Your Niños Are Off to College! Tips on Watching Them Grow Up

Posted: Sep 04 2014

-by Barbara Alvarez

If you’re anything like me, you have to struggle not to overprotect your child. Now that they've graduated from high school, like many kids, they may be starting their first year of college. And at least in my case, my child has chosen to go to a school about 4 hours away. Which means my child has to live in the dorm ... which means you (and I include myself), mama, are worried about how that child you've raised is going to get along and survive now that you aren’t there to see them every day.

Graduation HatAdmit it – you kept looking at the calendar, trying to push the days back so Moving Day would never come. But come, it did. You bought the supplies your daughter would need. Adding boxes to your purchases, you took everything home, wishing your little (big) kid was still in kindergarten.

When you looked at your first year college student, you saw excitement and a little bit of fear in their eyes. You asked her, “Mija (or mijo), are you sure you want to go to school there? There’s still time to switch. (There isn’t.) You can get your major down here.” Then you held your breath.

When your child told you that, no, they wanted to go the the other school because its program is better, you realized that you had to give your child credit for having a smart head on their shoulders. That’s when you began (reluctantly) helping your son/daughter get everything packed.

When you got to the new dorm room with your child, you had to force tears back because you knew that, as soon as you took everything to their room, you’d have to leave. Some universities, knowing about ‘Helicopter Parents’, have set strict policies in place that require all parents to leave as soon as they have delivered their kids and possessions to their dorms. Parents may be taken to a separate area of the university and given a strict talk that goes something like this:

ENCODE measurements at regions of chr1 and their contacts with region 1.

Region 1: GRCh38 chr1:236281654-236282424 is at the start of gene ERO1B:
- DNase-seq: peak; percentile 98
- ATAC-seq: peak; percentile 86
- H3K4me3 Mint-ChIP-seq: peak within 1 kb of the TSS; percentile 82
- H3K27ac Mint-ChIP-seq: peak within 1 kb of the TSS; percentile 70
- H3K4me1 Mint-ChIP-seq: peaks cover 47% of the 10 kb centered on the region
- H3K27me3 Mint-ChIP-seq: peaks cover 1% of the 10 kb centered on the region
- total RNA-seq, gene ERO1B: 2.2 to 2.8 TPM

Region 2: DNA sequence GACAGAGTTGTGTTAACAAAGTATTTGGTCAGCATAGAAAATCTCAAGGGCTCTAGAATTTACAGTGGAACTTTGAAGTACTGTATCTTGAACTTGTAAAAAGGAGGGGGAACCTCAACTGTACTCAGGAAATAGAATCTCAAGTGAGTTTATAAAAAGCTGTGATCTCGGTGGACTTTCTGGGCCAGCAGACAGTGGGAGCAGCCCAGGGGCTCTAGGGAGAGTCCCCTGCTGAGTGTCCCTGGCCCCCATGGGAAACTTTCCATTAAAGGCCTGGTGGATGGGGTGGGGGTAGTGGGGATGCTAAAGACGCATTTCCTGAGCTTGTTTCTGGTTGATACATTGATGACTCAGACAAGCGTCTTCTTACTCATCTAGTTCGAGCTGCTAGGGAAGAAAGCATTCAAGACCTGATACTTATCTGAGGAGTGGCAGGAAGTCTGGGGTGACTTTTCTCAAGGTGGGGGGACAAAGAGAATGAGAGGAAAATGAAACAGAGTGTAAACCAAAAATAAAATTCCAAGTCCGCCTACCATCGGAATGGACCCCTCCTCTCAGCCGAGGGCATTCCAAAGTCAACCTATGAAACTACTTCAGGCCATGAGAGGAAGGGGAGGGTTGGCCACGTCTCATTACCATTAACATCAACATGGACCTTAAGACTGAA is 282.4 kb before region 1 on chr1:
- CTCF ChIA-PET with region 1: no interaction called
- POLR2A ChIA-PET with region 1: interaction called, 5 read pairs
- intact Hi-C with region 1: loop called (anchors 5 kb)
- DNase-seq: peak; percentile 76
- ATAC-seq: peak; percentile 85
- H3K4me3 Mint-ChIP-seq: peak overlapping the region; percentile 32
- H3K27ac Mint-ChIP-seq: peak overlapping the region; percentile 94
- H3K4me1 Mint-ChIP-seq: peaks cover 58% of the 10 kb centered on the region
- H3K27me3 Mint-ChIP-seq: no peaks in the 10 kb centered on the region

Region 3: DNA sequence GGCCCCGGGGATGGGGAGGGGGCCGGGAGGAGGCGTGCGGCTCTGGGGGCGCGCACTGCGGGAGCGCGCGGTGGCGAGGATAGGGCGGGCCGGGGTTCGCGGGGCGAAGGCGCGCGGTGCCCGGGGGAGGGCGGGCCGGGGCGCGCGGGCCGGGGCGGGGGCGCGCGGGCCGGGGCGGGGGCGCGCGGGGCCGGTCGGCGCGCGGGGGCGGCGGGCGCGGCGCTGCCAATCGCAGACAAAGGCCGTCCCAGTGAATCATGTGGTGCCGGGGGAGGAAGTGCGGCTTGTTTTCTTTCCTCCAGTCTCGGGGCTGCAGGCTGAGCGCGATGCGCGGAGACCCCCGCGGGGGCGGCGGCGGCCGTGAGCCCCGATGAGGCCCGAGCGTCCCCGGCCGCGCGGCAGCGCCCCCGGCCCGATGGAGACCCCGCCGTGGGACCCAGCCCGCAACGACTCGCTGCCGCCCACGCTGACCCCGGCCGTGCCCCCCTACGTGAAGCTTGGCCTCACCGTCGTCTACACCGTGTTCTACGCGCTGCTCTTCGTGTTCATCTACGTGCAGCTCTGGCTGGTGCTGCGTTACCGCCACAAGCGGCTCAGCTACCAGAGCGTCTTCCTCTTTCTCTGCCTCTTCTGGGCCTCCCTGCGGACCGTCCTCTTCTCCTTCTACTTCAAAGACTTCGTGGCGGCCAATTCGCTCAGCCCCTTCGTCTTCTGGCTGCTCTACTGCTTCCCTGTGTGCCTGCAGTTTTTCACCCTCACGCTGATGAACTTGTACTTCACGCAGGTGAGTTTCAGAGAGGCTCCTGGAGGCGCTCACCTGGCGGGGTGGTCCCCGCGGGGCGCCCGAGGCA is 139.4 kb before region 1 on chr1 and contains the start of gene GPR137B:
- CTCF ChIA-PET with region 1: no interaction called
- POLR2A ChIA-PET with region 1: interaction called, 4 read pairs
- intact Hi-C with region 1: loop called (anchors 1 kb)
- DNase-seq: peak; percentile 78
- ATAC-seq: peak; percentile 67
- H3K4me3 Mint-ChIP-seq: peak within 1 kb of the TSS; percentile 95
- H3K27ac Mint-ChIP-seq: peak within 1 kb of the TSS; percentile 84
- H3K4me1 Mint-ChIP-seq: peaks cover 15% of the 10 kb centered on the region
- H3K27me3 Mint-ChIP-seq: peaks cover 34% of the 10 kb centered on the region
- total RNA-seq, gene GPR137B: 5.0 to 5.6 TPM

“Your child is an adult now. They will make mistakes. Let them. Don’t step in and rescue them. Let them figure out how to fix and correct their mistakes. Let them suffer the consequences. No calling professors who gave them a low grade. No calling the Housing office to demand a change in dorm rooms because their roommates are ‘horrid.’ If you want your children to grow and learn how to become successes in this world, you have to let them go.”

You hated every word of that speech. But it’s true. From one Helicopter Parent to another, we don’t do our niños any favors by stepping in to make things easier or to clean up their messes. (Usually of course…)

But if you have a good kid who has a good head on their shoulders, let them learn and figure out how to clean up their own messes. If they decide to stay out too late the night before a big exam, let them suffer that failing grade. They’ll learn not to party the night before another exam.

If your son or daughter has declared a major, then realizes they made a mistake, let them deal with the consequences – which could include having to stay in school for two or three more semesters. Your child is learning who they are and this might require them to take classes in several majors before they finds a good fit.

In short, mama, let your baby grow up to become a good young woman or man. You’ll be rewarded with a close relationship and on the day they graduate, they'll find you in the audience and perhaps even blow you a huge beso.

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